Afghanistan: road with options

Published: January 23, 2019

Violence in Afghanistan continues in the midst of peace talks. An attack on Jan 21 on a military compound in Maidan Shahar, central Afghanistan, killed more than 100 members of the Afghan security forces. The Taliban claimed responsibility for the attack. Spokesman for the Taliban Zabiullah Mujahid said they had killed 190 people in the complex attack. The attack took place at a time when the US and the Taliban resumed their talks in Doha, Qatar, aimed at ending the stalemate over participation of the Afghan government in negotiations for a political settlement of the conflict. The recent spate of attacks on Afghan security forces shows that the Taliban want to participate in peace negotiations from a position of strength. Their aim is also to weaken the morale of their adversaries — the Afghan government and its security forces.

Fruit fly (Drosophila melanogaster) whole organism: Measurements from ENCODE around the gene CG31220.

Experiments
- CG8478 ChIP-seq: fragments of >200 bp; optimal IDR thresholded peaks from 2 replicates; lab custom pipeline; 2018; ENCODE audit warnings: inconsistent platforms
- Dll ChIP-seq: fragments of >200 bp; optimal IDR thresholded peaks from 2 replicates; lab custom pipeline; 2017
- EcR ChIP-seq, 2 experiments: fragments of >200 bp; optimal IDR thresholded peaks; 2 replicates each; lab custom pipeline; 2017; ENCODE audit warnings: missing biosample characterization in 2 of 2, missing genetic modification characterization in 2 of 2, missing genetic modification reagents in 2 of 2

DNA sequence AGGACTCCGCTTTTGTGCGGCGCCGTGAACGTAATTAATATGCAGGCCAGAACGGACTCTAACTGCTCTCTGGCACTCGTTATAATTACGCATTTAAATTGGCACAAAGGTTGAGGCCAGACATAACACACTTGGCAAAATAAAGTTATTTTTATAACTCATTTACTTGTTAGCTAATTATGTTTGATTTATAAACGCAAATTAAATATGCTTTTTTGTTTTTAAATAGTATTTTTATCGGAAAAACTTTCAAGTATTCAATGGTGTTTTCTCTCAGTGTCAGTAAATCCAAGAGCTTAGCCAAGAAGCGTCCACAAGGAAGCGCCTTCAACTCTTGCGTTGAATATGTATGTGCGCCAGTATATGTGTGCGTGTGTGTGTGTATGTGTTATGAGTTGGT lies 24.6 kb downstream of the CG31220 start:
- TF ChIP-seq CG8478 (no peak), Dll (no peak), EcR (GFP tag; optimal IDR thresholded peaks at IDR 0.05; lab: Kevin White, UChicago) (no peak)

As things show there is nervousness in the camp of the Afghan government as government officials have given different casualty figures so much so that some government officials have even admitted that the government tries to hide the actual casualty figures to maintain the morale of the security forces. In recent years, the Afghan government has stopped releasing casualty figures. Last year Afghan President Ashraf Ghani said 28,000 Afghan police officers and soldiers had been killed since 2015, breaking longstanding suppression on casualty figures. In such a situation when the government itself is saying it is concealing the actual casualty figures it is difficult to tell how the sustained Taliban attacks on Afghan security forces and Afghan government installations and the resultant killings are impacting the government and its security forces. A few years ago there were reports that attacks by the Taliban had caused noticeable desertions from the Afghan armed forces. Desertions were caused also by long delays in payment of salaries. 

Published in The Express Tribune, January 23rd, 2019.

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